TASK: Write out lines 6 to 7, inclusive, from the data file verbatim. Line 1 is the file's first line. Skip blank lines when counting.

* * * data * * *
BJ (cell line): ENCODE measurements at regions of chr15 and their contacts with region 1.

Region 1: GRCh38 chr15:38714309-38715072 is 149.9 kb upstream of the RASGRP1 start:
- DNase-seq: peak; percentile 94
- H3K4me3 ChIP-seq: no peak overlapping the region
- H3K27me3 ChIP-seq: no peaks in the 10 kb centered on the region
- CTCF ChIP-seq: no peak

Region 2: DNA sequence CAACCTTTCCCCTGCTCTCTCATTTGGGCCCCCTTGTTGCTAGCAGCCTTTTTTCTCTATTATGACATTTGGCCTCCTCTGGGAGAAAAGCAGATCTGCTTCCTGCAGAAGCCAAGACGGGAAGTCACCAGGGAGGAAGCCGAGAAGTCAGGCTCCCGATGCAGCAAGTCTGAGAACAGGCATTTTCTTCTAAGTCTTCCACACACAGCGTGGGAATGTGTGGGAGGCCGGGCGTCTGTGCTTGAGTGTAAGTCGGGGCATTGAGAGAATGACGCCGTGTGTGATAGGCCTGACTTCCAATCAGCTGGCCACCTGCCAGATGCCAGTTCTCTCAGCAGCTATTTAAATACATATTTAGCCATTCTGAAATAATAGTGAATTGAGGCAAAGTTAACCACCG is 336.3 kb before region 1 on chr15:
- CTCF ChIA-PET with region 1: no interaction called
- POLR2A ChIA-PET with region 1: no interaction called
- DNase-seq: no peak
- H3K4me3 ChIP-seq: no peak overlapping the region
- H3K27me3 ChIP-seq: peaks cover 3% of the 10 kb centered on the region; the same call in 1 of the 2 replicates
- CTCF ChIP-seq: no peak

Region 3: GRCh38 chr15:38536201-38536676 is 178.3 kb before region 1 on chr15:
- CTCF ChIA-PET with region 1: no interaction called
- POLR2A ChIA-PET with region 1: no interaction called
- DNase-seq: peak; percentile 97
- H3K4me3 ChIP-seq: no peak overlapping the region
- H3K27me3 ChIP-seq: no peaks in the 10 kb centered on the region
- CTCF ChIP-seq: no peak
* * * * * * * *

- CTCF ChIP-seq: no peak

Region 2: DNA sequence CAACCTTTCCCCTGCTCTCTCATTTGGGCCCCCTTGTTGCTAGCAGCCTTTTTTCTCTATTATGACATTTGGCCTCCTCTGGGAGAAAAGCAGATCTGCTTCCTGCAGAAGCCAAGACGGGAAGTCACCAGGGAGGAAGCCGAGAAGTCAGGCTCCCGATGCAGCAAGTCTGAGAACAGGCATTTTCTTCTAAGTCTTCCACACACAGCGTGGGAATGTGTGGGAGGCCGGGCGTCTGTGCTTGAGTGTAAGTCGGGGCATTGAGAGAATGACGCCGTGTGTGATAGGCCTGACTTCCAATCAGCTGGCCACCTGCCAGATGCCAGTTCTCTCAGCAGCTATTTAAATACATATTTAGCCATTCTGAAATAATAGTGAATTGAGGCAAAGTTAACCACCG is 336.3 kb before region 1 on chr15: